I decided not to self-publish again. It was hard to get my book out there to a wider audience and I didn’t want to go down that route again. So, I sent out proposals to many agents and publishers.
When I received the first few rejections, I thought that there was something wrong with my novel. It’s easy to change your novel after receiving a rejection from an agent or publisher. I started rewriting certain chapters. After a few more rejections, I asked myself, would I do this every time I receive a rejection? I received dozens and dozens of rejections. I received a lot of positive and encouraging feedback and took all constructive criticisms on board. Just because one publisher didn’t like my book didn’t mean no one else would. Rejections are not personal, but at times it felt that way. If I don’t feel enthusiastic enough about my work, then I shouldn’t expect someone else to. I really believed that it would be published one day.

I decided that I had to draw the line somewhere. I couldn’t carry on rewriting and rewriting. The publishing industry is as tough as ever, and I wanted the best possible chance for Lascar to succeed. I needed to move onto new projects, but it was difficult  as my mind was solely focused on getting Lascar published.

I wrote a radio play in 2009 based on the novel, for Silsila Productions’ The Lascar Seamen History Project. The Lascar is a teaching resource that includes a short radio play on an audio CD with an accompanying activity pack. The teaching pack explores the heritage of the Lascars. You can listen to it in full here:

I had articles published, such as ‘Currying Favour’ in the Best of British magazine and ‘Speech and Language Disorders in Bilingual Children’ in a US online magazine called ‘Children of the New Earth.’ I contributed, ‘The Integration of the Hijab into Police Uniforms’ to an anthology called ‘Behind the Hijab,’ published by Monsoon Press in 2009.

I read books and newspapers in order to help my writing. I read books I would not normally read. Writing Lascar made me realise that this is what I want to do. I have worked extremely hard to improve my writing, especially the structure and composition, the building of characters and the way they interact with each other. It can take years to develop a ‘style’ of writing and that comes from practice. Such as playing the piano or winning an Olympic medal, (although not quite the same thing!)

Lascar was shortlisted for the Muslim Writers Unpublished Novel Award 2008 and was longlisted for the Brit Writers Unpublished Novel Award 2010. It gave a chance for my work to be recognised in a wider audience. After 5 years of rejections and tears, I finally received a ‘yes’ from Indigo Dreams Publishing in 2011. Thanks to Allah (SWT), Lascar was published in June 2012. I had been waiting years for this. It takes just one ‘yes’ answer and everything changes. Allah (SWT) answered my prayers. This journey taught me to be patient and to be honest, I am happy that it took so long! I needed time to learn all about the publishing industry.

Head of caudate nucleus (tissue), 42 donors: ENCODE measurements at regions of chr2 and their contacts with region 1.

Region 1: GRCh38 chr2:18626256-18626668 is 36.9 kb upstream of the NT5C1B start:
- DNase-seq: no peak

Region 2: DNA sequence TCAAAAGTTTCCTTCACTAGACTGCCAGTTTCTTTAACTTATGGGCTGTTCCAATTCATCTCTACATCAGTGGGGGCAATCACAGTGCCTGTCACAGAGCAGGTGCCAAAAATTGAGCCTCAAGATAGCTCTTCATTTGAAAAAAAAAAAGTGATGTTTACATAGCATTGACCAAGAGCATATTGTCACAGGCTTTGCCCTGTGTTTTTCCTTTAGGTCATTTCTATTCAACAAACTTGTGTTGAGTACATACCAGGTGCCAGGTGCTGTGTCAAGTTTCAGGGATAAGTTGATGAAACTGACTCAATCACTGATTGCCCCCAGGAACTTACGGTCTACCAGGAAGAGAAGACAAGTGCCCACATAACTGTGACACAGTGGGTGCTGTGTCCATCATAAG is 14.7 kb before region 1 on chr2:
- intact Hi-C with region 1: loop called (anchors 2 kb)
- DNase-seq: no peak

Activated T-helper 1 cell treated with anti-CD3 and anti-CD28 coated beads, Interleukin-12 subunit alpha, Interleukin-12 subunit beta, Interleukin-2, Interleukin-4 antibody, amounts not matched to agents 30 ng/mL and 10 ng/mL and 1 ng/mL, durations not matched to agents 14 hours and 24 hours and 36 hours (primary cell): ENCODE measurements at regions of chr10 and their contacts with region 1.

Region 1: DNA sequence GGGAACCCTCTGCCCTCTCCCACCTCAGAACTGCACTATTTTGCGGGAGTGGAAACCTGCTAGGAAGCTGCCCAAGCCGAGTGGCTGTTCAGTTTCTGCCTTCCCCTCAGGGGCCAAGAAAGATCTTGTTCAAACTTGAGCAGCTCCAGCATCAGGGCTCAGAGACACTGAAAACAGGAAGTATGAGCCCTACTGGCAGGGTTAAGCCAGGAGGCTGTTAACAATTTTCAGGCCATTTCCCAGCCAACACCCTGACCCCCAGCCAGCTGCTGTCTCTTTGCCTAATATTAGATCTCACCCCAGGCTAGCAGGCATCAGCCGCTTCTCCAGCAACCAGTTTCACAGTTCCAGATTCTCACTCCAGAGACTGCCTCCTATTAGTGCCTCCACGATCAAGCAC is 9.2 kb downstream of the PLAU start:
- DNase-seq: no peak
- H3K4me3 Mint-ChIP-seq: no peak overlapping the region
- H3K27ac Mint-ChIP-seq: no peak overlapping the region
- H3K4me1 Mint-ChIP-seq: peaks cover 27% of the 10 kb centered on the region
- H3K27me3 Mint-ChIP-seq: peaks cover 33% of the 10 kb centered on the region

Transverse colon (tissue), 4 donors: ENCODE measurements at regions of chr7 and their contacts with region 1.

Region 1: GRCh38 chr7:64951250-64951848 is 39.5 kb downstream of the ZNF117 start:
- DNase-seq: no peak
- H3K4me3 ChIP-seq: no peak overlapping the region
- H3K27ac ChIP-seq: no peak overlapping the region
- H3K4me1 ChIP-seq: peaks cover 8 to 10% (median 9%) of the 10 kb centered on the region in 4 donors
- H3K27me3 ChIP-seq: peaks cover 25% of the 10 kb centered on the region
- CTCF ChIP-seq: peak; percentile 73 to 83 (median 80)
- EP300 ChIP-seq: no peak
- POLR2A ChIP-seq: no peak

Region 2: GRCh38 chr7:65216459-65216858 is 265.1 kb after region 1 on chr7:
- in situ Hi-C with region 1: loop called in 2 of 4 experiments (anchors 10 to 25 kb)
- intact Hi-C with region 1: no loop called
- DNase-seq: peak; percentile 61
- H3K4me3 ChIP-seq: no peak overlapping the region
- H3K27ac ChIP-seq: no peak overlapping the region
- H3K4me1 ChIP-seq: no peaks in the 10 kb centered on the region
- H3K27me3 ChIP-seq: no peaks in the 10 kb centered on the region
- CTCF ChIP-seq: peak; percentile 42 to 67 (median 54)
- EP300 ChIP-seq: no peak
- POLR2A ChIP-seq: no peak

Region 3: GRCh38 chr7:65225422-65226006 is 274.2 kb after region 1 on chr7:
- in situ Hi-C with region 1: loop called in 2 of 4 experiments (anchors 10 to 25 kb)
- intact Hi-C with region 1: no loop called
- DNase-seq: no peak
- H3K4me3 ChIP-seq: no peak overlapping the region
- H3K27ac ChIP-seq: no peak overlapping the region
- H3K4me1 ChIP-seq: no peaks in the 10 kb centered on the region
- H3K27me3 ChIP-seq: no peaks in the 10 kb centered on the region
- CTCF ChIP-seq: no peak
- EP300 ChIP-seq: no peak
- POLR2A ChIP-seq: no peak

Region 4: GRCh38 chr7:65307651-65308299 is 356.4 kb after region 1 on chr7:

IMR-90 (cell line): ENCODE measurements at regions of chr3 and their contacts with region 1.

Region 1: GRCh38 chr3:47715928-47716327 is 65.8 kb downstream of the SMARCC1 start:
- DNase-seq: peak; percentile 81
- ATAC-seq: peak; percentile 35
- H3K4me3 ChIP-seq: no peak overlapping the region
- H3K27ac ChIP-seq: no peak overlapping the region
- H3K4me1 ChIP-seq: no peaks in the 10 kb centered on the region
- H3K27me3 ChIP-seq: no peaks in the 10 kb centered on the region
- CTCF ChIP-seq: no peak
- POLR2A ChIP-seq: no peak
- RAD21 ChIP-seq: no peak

Cambridge News ran a story about my novel before the book launch. I am now talking about my book at  events and festivals. I particularly enjoy meeting new people who are interested in my work. Talking about my book in front of an audience was something I thought I could never do, and it was the hardest thing I ever did. I hated the thought of standing in front of people, but I did it not once, but a few times.

I then went on to co-author a screenplay called India Ink. It was shortlisted for the Circalit Story Department Contest and reached the finals of the Write Movies International Writing Contest 2011.

Throughout all of this, I have always made time for my children. I always put them and house duties first. I hope to continue with my success. I am now writing my second novel and hope to complete that in a year, insha Allah.

Finally, a word for all writers aspiring to get published; be prepared for lots of rejections, criticisms and tears. Any writer will tell you the same story – writing is difficult. However, the rewards of seeing the words you have written on the page make this difficult journey worthwhile. You need lots of patience, persistence and perseverance, as it can take years to get published. If you truly believe in your book, then someone else will. If you don’t feel enthusiastic enough about your work, then don’t shouldn’t expect someone else to. This will show in your writing.

Make sure to read, read and read! It will help your writing. Also, find the right agent or publisher for your work and never give up. If you get a rejection, don’t despair. It hurts, but keep focused. Move on and keep trying. Hopefully, someone will love the story as much as you do, and your book will be published, insha Allah.